Why Teach Media Literacy? Distinguishing Between REAL and FAKE News

Why teach media literacy? With information overload, it's becoming more and more difficult for our students to distinguish between real and fake news. A recent Stanford study has reported that today's students lack the skills to determine the difference. Media Literacy is an important skill to teach in today's classroom.

Help upper elementary, middle school, & high school students with media literacy by teaching them to distinguish between real and fake news. Learn why what students research and read needs to be up-to-date. Watch videos learning more about legitimate websites, and find out what to look for to spot great information. Tips and tricks are included in this blog post. {3rd, 4th, 5th, 6th, 7th, 8th, 9th, 10th, 11th, and 12th grade classroom or homeschool students, reading, writing, research, PBL}

"The report, released this week by the Stanford History Education Group (SHEG), shows a dismaying inability by students to reason about information they see on the Internet, the authors said. Students, for example, had a hard time distinguishing advertisements from news articles or identifying where information came from." 

As we teach non-fiction and project based learning, it's extremely important that the information students read is real and up-to-date. In order for our students to become informed citizens, students need skills in finding reliable sources and weed out ones that are fake. 

Here's a media literacy video on how to choose your news.




Believe it or not, fake news is not new. Benjamin Franklin actually published a fake news article in the late 1700's. It was a gruesome story about American forces discovering "bags of scalps." He wrote a friend about the power of what he had done and the power of the press. You can read more about John Adams and Benjamin Franklin's fake news articles on Newsela.

Have you seen the video of the pig saving the drowning goat? To gain attention to a petting farm, someone created this video of a pig saving a goat. The video isn't real, but received millions of views and I'm sure the petting farm gained more visitors. This is what really happened...


I recently signed up for a webinar hosted by Newsela and PBS News. Their panel also consisted of educators who shared their ideas and resources. Newsela is developing media literacy curriculum to help students develop higher order critical thinking so they can vet the information on their own. Both news sources help educators so they can implement best practices in the classroom. Take a look at the lesson plan from PBS News. Another great web resource for students in learning about news literacy is Edutopia.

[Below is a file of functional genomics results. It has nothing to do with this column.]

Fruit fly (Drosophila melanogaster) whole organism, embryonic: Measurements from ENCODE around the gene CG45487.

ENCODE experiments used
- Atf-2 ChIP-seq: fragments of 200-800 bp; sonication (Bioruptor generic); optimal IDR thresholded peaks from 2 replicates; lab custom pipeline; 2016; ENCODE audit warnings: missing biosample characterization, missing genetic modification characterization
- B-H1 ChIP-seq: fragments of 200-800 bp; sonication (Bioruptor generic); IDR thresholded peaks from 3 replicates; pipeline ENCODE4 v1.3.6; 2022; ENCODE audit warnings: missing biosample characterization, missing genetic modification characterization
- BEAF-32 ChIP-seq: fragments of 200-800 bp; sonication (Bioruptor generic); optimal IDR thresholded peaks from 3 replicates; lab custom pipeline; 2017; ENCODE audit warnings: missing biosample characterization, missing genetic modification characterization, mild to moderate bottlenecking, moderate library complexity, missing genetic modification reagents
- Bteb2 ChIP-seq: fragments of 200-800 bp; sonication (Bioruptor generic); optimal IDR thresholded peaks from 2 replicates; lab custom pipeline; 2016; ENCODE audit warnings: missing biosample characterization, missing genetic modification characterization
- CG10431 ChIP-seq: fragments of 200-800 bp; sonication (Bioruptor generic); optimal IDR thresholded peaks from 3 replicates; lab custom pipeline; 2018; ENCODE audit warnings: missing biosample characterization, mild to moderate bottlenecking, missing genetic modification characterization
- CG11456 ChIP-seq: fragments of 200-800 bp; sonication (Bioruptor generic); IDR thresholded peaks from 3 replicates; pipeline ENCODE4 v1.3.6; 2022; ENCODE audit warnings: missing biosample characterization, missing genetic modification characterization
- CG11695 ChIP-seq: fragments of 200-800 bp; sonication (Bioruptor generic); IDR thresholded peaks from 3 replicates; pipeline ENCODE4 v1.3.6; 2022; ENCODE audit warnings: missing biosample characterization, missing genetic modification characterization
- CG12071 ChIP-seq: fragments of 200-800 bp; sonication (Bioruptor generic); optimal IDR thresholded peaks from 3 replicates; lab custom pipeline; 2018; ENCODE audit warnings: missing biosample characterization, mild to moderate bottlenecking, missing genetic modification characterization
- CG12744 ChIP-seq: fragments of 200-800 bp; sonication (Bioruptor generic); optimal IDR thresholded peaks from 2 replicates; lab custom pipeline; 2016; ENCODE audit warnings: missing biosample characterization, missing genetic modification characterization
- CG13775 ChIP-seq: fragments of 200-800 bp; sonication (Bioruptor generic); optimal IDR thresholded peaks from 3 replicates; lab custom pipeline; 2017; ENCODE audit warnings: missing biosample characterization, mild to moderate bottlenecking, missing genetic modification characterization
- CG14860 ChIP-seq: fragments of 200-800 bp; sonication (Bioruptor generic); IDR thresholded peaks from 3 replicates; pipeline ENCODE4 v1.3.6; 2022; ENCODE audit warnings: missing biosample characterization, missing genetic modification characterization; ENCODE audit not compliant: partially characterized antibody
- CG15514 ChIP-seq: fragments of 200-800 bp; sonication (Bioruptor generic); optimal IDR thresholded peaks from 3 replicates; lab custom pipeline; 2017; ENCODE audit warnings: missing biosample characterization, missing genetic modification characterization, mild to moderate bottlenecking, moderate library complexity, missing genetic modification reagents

Help upper elementary, middle school, & high school students with media literacy by teaching them to distinguish between real and fake news. Learn why what students research and read needs to be up-to-date. Watch videos learning more about legitimate websites, and find out what to look for to spot great information. Tips and tricks are included in this blog post. {3rd, 4th, 5th, 6th, 7th, 8th, 9th, 10th, 11th, and 12th grade classroom or homeschool students, reading, writing, research, PBL}

Some tips on how to spot fake news from The Morning Call:


  • URL look odd? That “com.co” ending on an otherwise authentic-looking website is a red flag. When in doubt, click on the “contact” and “about” links to see where they lead. A major news organization probably isn’t headquartered in a house.
  • Does it make you mad? False reports often target emotions with claims of outlandish spending or unpatriotic words or deeds. If common sense tells you it can’t be true, it may not be.
  • If it’s real, other news sites are likely reporting it.
  • How is the writing? Caps lock and multiple exclamation points don’t have a place in most real newsrooms.
  • Who are the writers and the people in the story? Google names for clues to see if they are legitimate, or not.
  • What are fact-checking sites like Snopes.com and FactCheck.org finding?
  • It might be satire. Sometimes foolish stories aren’t really meant to fool.
  • Think twice before sharing. Today, everyone is a publisher.

Another way to call your students' attention to distinguishing between real and fake news is with the 5W's:


  • WHO wrote the article?
  • WHAT is the publication?
  • WHERE do the sources inside come from?
  • WHY did the writer create it?
  • HOW did it make you feel?

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